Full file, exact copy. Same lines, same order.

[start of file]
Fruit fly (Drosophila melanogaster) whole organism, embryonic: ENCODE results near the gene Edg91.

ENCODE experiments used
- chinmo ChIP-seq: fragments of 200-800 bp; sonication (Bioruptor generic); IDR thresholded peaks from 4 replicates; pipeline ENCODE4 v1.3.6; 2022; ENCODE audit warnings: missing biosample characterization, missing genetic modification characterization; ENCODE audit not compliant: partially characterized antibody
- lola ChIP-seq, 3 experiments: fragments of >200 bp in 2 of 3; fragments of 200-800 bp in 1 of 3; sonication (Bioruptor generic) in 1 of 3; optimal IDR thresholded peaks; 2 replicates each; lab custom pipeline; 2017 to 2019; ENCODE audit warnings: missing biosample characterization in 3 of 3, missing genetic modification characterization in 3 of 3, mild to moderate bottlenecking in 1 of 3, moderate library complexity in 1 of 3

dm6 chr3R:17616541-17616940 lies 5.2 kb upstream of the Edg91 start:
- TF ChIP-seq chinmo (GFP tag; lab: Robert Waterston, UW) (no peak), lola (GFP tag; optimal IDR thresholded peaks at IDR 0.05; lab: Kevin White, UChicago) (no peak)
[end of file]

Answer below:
Fruit fly (Drosophila melanogaster) whole organism, embryonic: ENCODE results near the gene Edg91.

ENCODE experiments used
- chinmo ChIP-seq: fragments of 200-800 bp; sonication (Bioruptor generic); IDR thresholded peaks from 4 replicates; pipeline ENCODE4 v1.3.6; 2022; ENCODE audit warnings: missing biosample characterization, missing genetic modification characterization; ENCODE audit not compliant: partially characterized antibody
- lola ChIP-seq, 3 experiments: fragments of >200 bp in 2 of 3; fragments of 200-800 bp in 1 of 3; sonication (Bioruptor generic) in 1 of 3; optimal IDR thresholded peaks; 2 replicates each; lab custom pipeline; 2017 to 2019; ENCODE audit warnings: missing biosample characterization in 3 of 3, missing genetic modification characterization in 3 of 3, mild to moderate bottlenecking in 1 of 3, moderate library complexity in 1 of 3

dm6 chr3R:17616541-17616940 lies 5.2 kb upstream of the Edg91 start:
- TF ChIP-seq chinmo (GFP tag; lab: Robert Waterston, UW) (no peak), lola (GFP tag; optimal IDR thresholded peaks at IDR 0.05; lab: Kevin White, UChicago) (no peak)